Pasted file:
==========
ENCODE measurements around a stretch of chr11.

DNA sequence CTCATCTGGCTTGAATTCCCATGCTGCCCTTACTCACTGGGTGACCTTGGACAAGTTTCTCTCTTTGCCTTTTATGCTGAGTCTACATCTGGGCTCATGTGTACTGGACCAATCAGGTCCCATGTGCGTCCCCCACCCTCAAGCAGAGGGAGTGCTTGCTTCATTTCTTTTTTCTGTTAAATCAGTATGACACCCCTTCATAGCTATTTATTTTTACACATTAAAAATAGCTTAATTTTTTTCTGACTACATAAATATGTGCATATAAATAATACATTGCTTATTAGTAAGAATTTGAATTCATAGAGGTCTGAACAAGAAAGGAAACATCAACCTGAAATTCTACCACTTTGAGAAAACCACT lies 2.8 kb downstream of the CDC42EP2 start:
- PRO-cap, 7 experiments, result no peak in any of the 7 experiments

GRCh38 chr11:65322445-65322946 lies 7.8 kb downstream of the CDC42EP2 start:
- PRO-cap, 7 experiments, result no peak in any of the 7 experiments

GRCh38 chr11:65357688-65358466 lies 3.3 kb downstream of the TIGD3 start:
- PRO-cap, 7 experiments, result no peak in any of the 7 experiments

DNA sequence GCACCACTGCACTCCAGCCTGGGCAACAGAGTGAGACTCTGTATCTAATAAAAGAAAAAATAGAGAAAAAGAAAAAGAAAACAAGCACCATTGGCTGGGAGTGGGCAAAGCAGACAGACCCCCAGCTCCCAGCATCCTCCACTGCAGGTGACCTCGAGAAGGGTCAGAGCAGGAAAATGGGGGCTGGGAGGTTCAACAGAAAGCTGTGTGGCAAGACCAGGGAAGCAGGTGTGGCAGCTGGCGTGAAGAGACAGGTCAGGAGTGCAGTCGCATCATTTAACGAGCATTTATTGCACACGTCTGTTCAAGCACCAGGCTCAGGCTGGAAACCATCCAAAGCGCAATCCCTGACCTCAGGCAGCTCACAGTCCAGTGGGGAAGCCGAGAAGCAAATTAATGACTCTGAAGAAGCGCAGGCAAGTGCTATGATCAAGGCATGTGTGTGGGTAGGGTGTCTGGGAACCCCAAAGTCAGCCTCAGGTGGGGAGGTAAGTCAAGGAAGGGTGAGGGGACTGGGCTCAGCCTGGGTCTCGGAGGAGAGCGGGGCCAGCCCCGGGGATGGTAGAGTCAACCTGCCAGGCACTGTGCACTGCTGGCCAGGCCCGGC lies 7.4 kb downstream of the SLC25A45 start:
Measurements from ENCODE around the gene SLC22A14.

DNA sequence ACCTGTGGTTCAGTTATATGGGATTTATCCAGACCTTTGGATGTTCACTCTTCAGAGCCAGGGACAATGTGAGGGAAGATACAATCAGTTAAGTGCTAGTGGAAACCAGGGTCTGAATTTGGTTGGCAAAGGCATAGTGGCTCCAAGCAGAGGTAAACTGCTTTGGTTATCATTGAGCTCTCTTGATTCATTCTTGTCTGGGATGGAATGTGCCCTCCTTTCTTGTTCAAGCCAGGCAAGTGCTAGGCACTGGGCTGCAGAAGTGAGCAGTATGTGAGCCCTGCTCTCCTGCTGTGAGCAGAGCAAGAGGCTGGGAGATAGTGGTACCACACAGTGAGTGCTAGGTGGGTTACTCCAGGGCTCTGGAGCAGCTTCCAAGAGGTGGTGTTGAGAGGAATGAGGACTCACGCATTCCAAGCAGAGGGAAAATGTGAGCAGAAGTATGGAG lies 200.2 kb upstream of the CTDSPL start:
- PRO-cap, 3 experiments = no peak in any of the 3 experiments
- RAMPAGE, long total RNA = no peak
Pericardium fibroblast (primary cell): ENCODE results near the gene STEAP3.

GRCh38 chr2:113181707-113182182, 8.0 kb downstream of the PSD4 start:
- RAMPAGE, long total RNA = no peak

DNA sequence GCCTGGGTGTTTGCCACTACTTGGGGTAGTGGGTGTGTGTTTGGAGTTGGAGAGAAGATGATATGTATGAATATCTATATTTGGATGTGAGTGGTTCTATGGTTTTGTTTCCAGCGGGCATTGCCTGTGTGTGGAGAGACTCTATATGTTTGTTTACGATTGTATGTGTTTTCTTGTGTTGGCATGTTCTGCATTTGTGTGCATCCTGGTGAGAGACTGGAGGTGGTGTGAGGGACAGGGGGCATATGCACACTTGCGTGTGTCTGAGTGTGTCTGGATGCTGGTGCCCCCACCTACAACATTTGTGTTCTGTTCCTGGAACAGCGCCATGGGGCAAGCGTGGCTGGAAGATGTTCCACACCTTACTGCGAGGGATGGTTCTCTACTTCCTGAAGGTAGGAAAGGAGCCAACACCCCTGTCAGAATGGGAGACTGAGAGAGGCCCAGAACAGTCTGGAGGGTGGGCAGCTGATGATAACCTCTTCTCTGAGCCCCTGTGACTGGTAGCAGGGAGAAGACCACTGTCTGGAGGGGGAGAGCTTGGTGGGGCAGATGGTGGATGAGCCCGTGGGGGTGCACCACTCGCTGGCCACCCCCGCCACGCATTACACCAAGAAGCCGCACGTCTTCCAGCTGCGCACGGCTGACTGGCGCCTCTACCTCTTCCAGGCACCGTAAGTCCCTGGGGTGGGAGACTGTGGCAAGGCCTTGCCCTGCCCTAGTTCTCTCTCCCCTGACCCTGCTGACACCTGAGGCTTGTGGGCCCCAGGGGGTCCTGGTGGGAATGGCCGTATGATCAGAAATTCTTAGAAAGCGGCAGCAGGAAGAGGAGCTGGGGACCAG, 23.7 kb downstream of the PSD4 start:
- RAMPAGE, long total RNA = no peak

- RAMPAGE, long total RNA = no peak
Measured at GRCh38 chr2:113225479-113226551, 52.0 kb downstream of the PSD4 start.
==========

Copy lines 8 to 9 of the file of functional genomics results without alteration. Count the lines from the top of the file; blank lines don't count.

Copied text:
DNA sequence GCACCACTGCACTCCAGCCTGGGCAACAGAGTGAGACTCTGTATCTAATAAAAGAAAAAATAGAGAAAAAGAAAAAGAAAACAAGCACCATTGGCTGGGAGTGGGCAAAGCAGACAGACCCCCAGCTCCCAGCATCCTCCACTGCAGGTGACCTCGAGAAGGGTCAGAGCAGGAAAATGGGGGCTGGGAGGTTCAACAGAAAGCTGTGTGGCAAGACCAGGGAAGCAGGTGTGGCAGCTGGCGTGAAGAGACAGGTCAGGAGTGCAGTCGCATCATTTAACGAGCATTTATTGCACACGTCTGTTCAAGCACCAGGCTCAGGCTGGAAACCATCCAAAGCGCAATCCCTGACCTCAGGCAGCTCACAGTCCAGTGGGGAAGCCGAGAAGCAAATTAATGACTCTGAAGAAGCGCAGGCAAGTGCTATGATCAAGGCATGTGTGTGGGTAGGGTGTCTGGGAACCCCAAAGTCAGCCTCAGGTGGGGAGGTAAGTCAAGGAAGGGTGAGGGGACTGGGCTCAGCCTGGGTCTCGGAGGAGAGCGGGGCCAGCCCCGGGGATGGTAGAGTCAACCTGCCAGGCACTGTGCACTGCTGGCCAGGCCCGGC lies 7.4 kb downstream of the SLC25A45 start:
Measurements from ENCODE around the gene SLC22A14.